Childrearing

I Can’t Protect My Daughter From Future Body Image Issues

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After a few minutes of jumping, you’re ready to move on. We head into a small room made for toddlers like you; it’s full of bright foam squares, another trampoline, and a few small slides. “Mama, I want to go on the slide,” you says, tugging at my jeans. “Go ahead,” I say, pointing to the wooden ladder that provides access. You start up the rungs, then stop.

“I can’t do it!” you whine, frustrated.

“You can, Sweetie,” I say. “You can do it.”

“I can’t! I want you to get me down,” you plead. I pause for a moment before I wrap my arms around your hips and swoop you back to solid ground.

How hard it is to parent without projection. To not imagine the rope course in elementary school gym class, the thick yellow braids that seemed to hang down from the sky, causing my heart to race. The humiliation of barely allowing my feet to leave the ground before I turned around, my hands stinging from the rope, admitting defeat. Or how I never learned to do a cartwheel, because I just couldn’t trust my own body.

I want you to know how strong you are, how capable, how exquisite.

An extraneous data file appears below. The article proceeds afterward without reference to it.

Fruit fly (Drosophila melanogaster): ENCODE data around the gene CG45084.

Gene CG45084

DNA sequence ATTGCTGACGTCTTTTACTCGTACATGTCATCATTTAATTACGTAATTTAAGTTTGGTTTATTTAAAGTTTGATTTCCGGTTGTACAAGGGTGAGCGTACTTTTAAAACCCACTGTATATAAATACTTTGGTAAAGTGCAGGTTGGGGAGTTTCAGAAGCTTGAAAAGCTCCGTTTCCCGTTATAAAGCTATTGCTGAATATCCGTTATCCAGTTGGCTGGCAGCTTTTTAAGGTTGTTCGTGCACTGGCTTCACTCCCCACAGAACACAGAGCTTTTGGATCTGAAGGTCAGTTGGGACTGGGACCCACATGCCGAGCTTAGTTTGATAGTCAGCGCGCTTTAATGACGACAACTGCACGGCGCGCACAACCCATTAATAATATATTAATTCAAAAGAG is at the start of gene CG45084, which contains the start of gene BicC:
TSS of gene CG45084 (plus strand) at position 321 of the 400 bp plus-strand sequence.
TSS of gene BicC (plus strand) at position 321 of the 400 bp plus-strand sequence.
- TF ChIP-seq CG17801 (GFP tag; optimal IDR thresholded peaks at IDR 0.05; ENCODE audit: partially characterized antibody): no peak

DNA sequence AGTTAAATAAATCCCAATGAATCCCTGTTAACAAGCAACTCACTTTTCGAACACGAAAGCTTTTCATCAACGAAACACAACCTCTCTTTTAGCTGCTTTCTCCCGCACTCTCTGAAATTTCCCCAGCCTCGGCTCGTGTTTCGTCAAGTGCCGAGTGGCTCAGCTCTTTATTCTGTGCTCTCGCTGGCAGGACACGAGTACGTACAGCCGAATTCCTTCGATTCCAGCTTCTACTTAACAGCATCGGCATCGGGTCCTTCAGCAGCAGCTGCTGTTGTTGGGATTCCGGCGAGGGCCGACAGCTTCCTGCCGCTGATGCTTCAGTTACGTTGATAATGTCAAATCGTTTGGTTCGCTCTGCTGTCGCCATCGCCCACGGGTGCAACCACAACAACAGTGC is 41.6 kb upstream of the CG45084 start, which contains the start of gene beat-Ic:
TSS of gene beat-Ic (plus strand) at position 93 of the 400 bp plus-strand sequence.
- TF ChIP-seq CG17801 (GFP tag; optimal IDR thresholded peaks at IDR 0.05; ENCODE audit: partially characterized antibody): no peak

I want you to not come apart like I did. For your world to stay big and sparkling, instead of shrinking to the tiny terrain of counting calories, hiding food and willing yourself to be different. And if you do, I hope it doesn’t take you so very long to put yourself back together. It took so much work for me, so many years of therapy and yoga, and the hard, sacred work of growing you and your brother, of feeding you from my body. Of yearning to stop the cycle of body hate that rained down from the generations, a dark and twisted strand of DNA.

For the rest of the hour, I follow you around the gym, trying to shake off the old, sticky feelings of not-good-enough.

I watch you climb up yellow slides instead of ladders. You do it your own way, and that makes me smile, makes me proud.

I want to save you from self-doubt and self-loathing. From moments like the one I just had, stung by the mirror, by the past, by my mind.

And I know I can’t.

I can love you. I can tell you the truth: that you can climb up that ladder as soon as you decide you are ready. That you are made of love and cells, of stars and warm milk. That you have more light in you than anyone I’ve ever met. That you are right and whole, a constellation of parts that together, make you.

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